Life & Leisure

Japan promotes virtual tourism amid foreign visitors’ entry ban

Tokyo, Oct 20 (efe-epa).- With its borders closed to international tourists on account of the ongoing coronavirus pandemic and uncertainty surrounding a lifting of restrictions, Japan has chosen to promote virtual tourism with live broadcasts from different parts of the country.

On Oct. 24, the Singapore offices of the Japan National Tourism Organization (JNTO) will begin a series of Facebook Live broadcasts across the archipelago, starting with the central Shizuoka and southwest Okinawa prefectures as part of the “Fun From Home” project.

This virtual tourism initiative, which will have broadcasts in English, aims to keep alive the desire of foreign tourists to visit Japan and already has another three broadcasts scheduled for Nov. 8 and 14 and Dec. 5, the agency explained in a statement.

The JNTO has developed the program keeping in mind the more than 3 million followers of the official Facebook pages operated by its Asia-Pacific office in Australia, India, Indonesia, Malaysia, Singapore and Thailand and plans to extend it until March 2021 with one broadcast per month.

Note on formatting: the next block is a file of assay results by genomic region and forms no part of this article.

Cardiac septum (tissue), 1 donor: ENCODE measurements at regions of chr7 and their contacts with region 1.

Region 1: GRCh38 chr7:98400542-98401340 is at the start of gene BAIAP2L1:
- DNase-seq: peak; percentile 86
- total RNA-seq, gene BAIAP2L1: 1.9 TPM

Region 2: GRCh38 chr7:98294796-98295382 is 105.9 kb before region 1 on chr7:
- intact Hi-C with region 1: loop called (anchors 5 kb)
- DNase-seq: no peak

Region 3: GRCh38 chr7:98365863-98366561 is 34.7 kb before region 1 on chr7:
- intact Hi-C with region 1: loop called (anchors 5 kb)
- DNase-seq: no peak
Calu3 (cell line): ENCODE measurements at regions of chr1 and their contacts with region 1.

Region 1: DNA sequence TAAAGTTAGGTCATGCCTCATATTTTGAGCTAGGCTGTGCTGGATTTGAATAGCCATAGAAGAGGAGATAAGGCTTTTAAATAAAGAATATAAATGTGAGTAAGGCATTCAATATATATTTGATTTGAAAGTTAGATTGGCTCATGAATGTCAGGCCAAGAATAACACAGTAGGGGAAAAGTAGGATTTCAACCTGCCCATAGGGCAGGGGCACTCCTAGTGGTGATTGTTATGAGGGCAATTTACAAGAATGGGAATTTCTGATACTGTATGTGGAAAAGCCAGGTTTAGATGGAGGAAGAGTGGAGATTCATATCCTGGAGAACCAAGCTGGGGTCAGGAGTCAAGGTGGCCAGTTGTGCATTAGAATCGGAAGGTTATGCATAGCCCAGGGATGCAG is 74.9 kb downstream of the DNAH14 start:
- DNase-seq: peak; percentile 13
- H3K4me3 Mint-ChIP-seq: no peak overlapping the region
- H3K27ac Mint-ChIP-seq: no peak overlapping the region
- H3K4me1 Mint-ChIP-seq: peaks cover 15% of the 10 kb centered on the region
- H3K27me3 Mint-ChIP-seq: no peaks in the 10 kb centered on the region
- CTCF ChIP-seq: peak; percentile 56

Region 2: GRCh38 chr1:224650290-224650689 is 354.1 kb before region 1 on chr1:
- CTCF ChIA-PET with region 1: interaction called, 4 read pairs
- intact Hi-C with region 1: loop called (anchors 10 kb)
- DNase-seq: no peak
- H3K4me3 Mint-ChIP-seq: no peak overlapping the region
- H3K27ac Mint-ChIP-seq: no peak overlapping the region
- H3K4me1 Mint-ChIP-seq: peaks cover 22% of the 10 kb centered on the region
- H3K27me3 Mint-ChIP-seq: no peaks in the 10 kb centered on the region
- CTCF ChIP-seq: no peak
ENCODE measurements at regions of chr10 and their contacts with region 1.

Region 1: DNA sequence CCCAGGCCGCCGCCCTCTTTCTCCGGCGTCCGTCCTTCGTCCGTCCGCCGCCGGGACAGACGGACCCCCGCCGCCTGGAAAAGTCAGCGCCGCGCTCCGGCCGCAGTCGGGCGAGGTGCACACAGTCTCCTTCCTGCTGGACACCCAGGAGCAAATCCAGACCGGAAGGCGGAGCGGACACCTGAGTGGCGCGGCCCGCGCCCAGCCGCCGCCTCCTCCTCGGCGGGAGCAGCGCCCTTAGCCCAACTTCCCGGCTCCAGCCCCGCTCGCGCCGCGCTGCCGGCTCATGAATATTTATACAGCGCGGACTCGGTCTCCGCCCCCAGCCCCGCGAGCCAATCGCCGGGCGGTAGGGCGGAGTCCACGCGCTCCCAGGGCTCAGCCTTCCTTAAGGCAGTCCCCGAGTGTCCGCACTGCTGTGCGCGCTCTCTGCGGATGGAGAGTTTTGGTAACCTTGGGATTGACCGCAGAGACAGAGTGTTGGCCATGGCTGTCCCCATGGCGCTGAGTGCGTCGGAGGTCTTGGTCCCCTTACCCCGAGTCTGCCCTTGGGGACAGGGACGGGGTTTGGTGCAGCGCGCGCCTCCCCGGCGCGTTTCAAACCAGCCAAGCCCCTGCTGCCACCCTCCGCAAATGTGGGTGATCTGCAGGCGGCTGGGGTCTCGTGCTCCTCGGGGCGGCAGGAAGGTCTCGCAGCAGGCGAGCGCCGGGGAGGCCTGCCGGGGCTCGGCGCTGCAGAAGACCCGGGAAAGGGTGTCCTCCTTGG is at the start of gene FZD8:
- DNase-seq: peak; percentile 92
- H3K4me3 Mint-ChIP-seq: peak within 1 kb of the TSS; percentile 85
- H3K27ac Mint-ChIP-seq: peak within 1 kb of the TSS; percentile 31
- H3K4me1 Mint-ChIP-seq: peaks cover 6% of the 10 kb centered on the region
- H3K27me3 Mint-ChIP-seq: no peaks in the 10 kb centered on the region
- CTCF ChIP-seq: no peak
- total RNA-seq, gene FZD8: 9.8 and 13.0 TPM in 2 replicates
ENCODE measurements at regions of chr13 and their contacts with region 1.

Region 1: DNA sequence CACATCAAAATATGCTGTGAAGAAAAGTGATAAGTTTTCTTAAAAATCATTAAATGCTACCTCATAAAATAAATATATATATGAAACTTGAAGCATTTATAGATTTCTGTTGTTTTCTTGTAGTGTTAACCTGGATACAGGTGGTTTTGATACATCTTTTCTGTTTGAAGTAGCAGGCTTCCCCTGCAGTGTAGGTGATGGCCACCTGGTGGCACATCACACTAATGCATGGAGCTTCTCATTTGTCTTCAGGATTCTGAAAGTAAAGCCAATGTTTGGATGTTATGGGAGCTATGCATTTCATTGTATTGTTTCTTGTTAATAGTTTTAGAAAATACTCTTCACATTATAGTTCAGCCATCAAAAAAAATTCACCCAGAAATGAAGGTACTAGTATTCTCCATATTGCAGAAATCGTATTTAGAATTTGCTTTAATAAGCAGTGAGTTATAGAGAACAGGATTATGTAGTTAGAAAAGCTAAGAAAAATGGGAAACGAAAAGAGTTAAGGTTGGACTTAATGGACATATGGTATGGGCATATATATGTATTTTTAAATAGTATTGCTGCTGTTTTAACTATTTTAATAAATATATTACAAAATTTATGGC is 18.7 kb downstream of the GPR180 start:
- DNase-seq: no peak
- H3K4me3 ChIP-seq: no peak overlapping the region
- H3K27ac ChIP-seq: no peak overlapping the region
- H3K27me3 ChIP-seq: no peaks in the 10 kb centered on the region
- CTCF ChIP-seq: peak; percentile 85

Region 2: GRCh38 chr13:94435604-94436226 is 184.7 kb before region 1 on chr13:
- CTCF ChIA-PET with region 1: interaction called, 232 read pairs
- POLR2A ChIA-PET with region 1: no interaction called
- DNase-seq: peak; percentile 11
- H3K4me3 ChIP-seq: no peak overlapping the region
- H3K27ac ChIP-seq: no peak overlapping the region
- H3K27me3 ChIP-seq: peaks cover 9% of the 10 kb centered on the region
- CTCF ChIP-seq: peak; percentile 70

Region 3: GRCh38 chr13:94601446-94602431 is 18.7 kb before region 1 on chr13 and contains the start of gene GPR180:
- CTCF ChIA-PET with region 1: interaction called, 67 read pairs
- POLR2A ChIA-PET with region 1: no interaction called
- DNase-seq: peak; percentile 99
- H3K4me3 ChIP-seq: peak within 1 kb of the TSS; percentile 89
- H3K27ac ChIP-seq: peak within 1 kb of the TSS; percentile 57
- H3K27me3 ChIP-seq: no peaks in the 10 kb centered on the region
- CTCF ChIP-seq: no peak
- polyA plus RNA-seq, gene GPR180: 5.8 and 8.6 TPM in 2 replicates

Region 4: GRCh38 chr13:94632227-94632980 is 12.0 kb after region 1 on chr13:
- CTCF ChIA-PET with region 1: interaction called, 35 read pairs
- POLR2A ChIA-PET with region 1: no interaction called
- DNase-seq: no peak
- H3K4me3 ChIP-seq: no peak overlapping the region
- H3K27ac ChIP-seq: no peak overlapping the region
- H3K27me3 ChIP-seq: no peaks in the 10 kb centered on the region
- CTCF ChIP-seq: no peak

The first program, to be live-streamed Saturday, will center around a visit to a tea plantation in the Nihondaira area of Shizuoka Prefecture.

Subsequent broadcasts will allow viewers to watch a live performance of traditional songs from the Okinawa region in the southwest of the archipelago, participate in an autumn festival in the city of Kawaguchiko, which is famous for its views of Mount Fuji, and visit the Ritsurin Gardens of Takamatsu city in west Japan.

The program seeks to ensure that potential tourists do not lose their interest in and motivation to visit Japan while it remains unclear when it will reopen its borders to tourism.

Japan has been allowing virtually no foreign nationals into the country for months. Only a few thousand foreign nationals, including foreign residents or business travelers have been allowed inside the country.

The number of travelers to the country has declined by more than 99 percent since April, when Japan began to impose travel restrictions until the ban extended to visitors from 159 countries and territories. EFE-EPA

mra/pd/lds

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